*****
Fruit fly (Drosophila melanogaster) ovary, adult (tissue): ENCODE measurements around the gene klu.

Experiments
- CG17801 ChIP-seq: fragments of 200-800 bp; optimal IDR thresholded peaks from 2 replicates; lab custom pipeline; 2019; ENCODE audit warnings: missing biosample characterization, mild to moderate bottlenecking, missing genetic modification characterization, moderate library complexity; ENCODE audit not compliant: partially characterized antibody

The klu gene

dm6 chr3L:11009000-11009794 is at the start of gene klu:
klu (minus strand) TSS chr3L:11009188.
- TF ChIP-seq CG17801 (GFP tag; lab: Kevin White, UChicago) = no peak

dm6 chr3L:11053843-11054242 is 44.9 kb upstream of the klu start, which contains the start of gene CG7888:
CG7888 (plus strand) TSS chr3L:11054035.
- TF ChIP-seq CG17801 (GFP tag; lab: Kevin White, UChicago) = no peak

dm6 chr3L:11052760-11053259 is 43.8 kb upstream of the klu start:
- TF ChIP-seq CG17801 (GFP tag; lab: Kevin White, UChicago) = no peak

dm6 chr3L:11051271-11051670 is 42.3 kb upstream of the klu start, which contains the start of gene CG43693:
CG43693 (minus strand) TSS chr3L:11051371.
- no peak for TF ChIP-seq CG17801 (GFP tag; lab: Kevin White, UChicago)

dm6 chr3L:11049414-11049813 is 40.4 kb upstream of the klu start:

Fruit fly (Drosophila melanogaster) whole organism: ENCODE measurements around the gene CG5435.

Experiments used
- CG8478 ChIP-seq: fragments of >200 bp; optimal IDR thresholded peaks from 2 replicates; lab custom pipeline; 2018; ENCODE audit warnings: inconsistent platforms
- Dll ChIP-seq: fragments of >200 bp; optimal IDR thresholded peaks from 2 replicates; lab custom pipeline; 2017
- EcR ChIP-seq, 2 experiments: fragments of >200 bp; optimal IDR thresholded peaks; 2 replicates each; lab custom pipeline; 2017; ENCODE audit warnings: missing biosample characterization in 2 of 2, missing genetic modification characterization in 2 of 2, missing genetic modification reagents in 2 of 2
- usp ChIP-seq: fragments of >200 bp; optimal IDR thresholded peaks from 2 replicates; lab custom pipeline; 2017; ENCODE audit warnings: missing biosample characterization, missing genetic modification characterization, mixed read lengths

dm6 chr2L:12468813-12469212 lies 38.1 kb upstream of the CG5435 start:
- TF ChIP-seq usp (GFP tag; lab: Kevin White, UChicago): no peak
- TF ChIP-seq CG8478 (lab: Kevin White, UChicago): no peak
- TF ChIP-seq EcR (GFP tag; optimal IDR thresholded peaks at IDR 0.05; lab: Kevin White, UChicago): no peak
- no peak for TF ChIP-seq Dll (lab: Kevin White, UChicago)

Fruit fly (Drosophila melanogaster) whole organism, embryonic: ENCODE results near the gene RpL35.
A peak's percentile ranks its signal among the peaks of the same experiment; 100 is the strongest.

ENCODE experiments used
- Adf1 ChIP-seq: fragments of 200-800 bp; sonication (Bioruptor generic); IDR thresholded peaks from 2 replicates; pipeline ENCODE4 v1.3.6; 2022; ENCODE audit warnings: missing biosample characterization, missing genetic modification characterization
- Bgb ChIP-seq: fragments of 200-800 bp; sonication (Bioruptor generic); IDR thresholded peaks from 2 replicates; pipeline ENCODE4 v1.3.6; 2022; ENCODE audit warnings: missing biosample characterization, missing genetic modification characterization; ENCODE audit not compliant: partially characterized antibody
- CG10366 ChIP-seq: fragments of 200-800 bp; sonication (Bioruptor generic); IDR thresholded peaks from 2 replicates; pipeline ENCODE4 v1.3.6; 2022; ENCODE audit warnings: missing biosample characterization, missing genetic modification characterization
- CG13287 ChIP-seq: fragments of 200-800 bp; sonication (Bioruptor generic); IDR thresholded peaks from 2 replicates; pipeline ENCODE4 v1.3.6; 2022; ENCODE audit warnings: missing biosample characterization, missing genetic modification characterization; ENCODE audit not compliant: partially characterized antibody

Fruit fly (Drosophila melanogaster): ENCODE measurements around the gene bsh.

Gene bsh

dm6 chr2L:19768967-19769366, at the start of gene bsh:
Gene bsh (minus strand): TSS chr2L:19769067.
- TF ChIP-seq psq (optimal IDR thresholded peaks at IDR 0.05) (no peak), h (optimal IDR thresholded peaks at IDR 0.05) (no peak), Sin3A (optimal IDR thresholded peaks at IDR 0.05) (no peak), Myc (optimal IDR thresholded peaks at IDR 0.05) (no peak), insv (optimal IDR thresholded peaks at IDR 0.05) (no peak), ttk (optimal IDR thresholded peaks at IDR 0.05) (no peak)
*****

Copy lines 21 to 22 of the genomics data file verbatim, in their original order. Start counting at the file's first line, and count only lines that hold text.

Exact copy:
- EcR ChIP-seq, 2 experiments: fragments of >200 bp; optimal IDR thresholded peaks; 2 replicates each; lab custom pipeline; 2017; ENCODE audit warnings: missing biosample characterization in 2 of 2, missing genetic modification characterization in 2 of 2, missing genetic modification reagents in 2 of 2
- usp ChIP-seq: fragments of >200 bp; optimal IDR thresholded peaks from 2 replicates; lab custom pipeline; 2017; ENCODE audit warnings: missing biosample characterization, missing genetic modification characterization, mixed read lengths